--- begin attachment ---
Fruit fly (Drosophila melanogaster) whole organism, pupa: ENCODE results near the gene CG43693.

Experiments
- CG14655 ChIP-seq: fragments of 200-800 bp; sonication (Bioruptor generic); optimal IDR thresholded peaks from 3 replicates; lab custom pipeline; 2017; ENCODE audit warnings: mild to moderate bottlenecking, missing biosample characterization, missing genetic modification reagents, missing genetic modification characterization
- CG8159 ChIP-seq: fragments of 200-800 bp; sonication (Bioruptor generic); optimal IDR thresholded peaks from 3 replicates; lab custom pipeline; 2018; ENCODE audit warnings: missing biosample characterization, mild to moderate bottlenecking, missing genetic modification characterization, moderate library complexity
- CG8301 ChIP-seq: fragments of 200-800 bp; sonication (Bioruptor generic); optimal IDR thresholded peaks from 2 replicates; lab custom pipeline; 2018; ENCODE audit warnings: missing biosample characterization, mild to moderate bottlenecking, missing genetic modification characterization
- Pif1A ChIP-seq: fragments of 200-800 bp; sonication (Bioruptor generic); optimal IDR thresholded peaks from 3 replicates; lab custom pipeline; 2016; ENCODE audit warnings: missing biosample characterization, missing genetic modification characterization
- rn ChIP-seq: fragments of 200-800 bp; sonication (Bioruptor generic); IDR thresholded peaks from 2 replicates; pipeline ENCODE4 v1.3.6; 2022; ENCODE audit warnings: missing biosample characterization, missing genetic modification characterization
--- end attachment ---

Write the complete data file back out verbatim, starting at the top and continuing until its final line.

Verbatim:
Fruit fly (Drosophila melanogaster) whole organism, pupa: ENCODE results near the gene CG43693.

Experiments
- CG14655 ChIP-seq: fragments of 200-800 bp; sonication (Bioruptor generic); optimal IDR thresholded peaks from 3 replicates; lab custom pipeline; 2017; ENCODE audit warnings: mild to moderate bottlenecking, missing biosample characterization, missing genetic modification reagents, missing genetic modification characterization
- CG8159 ChIP-seq: fragments of 200-800 bp; sonication (Bioruptor generic); optimal IDR thresholded peaks from 3 replicates; lab custom pipeline; 2018; ENCODE audit warnings: missing biosample characterization, mild to moderate bottlenecking, missing genetic modification characterization, moderate library complexity
- CG8301 ChIP-seq: fragments of 200-800 bp; sonication (Bioruptor generic); optimal IDR thresholded peaks from 2 replicates; lab custom pipeline; 2018; ENCODE audit warnings: missing biosample characterization, mild to moderate bottlenecking, missing genetic modification characterization
- Pif1A ChIP-seq: fragments of 200-800 bp; sonication (Bioruptor generic); optimal IDR thresholded peaks from 3 replicates; lab custom pipeline; 2016; ENCODE audit warnings: missing biosample characterization, missing genetic modification characterization
- rn ChIP-seq: fragments of 200-800 bp; sonication (Bioruptor generic); IDR thresholded peaks from 2 replicates; pipeline ENCODE4 v1.3.6; 2022; ENCODE audit warnings: missing biosample characterization, missing genetic modification characterization